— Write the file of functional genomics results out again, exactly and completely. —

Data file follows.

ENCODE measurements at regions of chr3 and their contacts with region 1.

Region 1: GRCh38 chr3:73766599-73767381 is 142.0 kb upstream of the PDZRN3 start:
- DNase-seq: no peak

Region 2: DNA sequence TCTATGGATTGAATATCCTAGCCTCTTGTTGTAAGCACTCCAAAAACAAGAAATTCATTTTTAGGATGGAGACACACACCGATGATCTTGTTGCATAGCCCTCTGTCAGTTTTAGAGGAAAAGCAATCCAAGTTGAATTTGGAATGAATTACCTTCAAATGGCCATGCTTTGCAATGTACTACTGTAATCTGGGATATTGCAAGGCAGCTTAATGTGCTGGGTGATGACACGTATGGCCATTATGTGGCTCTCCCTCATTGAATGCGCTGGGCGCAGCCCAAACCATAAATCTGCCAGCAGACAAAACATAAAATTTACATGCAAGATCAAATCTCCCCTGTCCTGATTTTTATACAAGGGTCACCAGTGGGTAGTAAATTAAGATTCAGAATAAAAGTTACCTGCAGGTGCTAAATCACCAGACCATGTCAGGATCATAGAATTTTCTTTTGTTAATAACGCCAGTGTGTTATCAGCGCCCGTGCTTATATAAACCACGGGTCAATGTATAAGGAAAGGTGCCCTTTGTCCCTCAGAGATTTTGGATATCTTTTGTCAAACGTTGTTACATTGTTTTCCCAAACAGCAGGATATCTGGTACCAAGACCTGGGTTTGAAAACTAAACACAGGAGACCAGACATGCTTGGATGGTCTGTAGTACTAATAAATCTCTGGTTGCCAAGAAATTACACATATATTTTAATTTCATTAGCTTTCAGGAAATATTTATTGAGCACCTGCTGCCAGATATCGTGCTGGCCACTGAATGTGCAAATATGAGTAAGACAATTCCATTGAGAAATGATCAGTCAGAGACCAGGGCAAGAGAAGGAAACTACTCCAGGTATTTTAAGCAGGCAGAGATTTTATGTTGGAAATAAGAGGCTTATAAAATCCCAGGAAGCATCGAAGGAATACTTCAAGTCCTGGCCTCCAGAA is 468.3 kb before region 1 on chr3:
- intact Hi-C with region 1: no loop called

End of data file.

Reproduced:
ENCODE measurements at regions of chr3 and their contacts with region 1.

Region 1: GRCh38 chr3:73766599-73767381 is 142.0 kb upstream of the PDZRN3 start:
- DNase-seq: no peak

Region 2: DNA sequence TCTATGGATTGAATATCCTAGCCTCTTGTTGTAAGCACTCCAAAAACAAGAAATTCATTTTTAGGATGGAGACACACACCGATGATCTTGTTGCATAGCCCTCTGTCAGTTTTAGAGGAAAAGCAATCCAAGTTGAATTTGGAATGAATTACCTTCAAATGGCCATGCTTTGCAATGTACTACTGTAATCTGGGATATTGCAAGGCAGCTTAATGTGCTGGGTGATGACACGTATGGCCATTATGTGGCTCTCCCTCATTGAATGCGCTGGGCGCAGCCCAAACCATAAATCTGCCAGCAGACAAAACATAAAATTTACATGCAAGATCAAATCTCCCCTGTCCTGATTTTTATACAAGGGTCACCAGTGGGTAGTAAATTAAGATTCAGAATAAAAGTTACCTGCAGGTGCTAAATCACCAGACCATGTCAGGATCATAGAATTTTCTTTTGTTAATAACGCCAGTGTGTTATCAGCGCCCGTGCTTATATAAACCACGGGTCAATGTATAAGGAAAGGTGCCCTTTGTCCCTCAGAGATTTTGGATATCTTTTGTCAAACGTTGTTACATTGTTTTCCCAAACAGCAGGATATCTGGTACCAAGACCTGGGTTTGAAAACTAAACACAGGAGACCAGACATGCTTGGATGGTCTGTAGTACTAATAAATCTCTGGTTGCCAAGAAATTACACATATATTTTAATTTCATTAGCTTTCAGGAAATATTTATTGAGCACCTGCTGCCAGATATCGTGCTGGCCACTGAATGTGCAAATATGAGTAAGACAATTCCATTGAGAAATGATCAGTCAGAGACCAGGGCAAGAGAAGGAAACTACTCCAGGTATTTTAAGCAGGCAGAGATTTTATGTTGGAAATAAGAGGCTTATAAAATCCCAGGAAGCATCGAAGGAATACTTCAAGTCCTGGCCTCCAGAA is 468.3 kb before region 1 on chr3:
- intact Hi-C with region 1: no loop called